The Vice-President, Dr. Mahamudu Bawumia, has praised the Church of Pentecost for its socio-economic contributions without any external support.
Speaking at the church's 43rd General Council Meeting Wednesday, the Vice-President raved about the church's ability to use indigenous resources to impact their communities.
He said the government wants to emulate this type of mentality hence the constant reference to its vision of a Ghana beyond aid.
The church headquartered in Ghana, he said, "provides the needed example that with the right kind of leadership and prudent management of resources, the vision of Ghana beyond aid is not only realistic but achievable".
The church controls 84 basic schools, 8 health institutions, two senior high schools, three vocational institutes and a university college.
Addressing a large gathering of pastors and their wives, Dr. Bawumia described the venue as the "world class" Pentecost Convention Center (PCC), the health and education institutions as "phenomenal investments".
The more than 250-acre PCC which can accommodate more than 20,000 people in several auditorium sizes, has played an important role in improving the local economy.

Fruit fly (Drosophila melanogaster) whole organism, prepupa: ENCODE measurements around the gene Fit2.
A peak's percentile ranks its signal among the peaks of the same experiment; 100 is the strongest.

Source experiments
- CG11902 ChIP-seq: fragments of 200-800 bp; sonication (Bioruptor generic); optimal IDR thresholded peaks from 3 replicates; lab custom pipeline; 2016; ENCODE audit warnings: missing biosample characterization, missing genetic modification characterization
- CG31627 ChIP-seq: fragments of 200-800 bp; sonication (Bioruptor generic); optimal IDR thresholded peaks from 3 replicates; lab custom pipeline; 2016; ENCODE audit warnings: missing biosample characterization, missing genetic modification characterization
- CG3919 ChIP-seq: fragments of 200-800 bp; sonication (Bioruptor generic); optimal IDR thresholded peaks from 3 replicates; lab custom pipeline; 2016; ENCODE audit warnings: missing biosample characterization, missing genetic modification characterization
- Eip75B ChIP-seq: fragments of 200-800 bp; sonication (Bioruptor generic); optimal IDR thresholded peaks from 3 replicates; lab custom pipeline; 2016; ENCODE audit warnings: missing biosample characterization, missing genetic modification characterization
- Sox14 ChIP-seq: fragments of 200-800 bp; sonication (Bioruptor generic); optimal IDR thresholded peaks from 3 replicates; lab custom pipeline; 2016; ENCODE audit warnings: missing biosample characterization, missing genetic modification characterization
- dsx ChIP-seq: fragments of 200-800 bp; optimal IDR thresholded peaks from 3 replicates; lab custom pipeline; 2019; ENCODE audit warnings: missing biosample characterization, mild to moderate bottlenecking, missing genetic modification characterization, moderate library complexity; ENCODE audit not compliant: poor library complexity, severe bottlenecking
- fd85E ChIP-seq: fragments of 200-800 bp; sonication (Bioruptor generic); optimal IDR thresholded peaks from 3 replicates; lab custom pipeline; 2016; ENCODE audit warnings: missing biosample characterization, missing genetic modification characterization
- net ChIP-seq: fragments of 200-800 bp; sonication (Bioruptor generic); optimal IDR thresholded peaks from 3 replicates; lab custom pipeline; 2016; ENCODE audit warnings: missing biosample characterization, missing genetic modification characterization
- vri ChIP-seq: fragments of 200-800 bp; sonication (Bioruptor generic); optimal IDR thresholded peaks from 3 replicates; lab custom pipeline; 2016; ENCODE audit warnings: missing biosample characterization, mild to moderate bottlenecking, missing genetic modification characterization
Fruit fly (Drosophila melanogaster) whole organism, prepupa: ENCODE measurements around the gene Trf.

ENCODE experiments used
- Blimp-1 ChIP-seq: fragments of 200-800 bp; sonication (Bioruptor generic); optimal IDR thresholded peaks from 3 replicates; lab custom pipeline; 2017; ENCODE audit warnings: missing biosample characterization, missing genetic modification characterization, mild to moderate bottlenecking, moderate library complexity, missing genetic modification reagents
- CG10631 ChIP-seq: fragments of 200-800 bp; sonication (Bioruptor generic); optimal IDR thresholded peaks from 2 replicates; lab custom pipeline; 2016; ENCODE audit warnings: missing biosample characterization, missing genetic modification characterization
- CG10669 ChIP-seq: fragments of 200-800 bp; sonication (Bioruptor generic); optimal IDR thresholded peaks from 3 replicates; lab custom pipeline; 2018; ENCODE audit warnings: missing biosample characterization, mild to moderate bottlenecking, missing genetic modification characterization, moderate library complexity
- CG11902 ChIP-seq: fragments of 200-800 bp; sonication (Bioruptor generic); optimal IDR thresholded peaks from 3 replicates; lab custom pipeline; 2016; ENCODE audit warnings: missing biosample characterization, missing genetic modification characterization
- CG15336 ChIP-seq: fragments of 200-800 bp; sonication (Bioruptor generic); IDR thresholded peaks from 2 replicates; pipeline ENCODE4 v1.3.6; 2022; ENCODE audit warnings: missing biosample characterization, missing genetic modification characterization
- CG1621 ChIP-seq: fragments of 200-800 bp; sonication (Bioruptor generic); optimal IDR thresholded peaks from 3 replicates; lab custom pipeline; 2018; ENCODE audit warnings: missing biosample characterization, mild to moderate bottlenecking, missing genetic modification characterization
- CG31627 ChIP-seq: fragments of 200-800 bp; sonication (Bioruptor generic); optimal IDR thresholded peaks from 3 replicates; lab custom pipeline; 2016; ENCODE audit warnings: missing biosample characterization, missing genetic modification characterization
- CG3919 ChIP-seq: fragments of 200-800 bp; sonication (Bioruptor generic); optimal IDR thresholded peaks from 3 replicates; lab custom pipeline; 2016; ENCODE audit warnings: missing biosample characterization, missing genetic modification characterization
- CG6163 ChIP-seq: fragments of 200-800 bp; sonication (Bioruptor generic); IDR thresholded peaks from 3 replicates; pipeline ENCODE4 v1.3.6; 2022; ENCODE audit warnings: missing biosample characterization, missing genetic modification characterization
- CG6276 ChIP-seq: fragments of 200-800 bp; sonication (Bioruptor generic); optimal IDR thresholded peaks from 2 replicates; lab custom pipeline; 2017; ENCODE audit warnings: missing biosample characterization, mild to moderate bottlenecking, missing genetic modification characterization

It was opened in 2013 and built without any fundraising activity in the church or outside it.
The leadership of the Church of Pentecost has pointed to its covenant with God not to borrow money or owe anybody.
Dr. Bawumia on a lighter note said he may have to invite the Chairman of the church, Apostle Prof. Opoku Onyinah, to one of the meetings of the government's Economic Management Team.
He said the government may learn a thing or two on prudent management from an indigenous gone global with more than 3.3 million members scattered across 20,000 assemblies in 99 countries.
"You have proven yourself to be a proven Nation Builder," he told the church.
The latest social contribution is the construction of a police station plus barracks for the Goma Fetteh community where urbanisation has seen rapid constructions.
Dr. Bawumia said while on campaign trails he observed that the church as "signboards in very remote places in Ghana".
This, he said shows the church is a strategic position to improve lives and also disseminate government policies and communications.
He said the church can play an important role in helping the government collect taxes by educating their members on this Christian duty.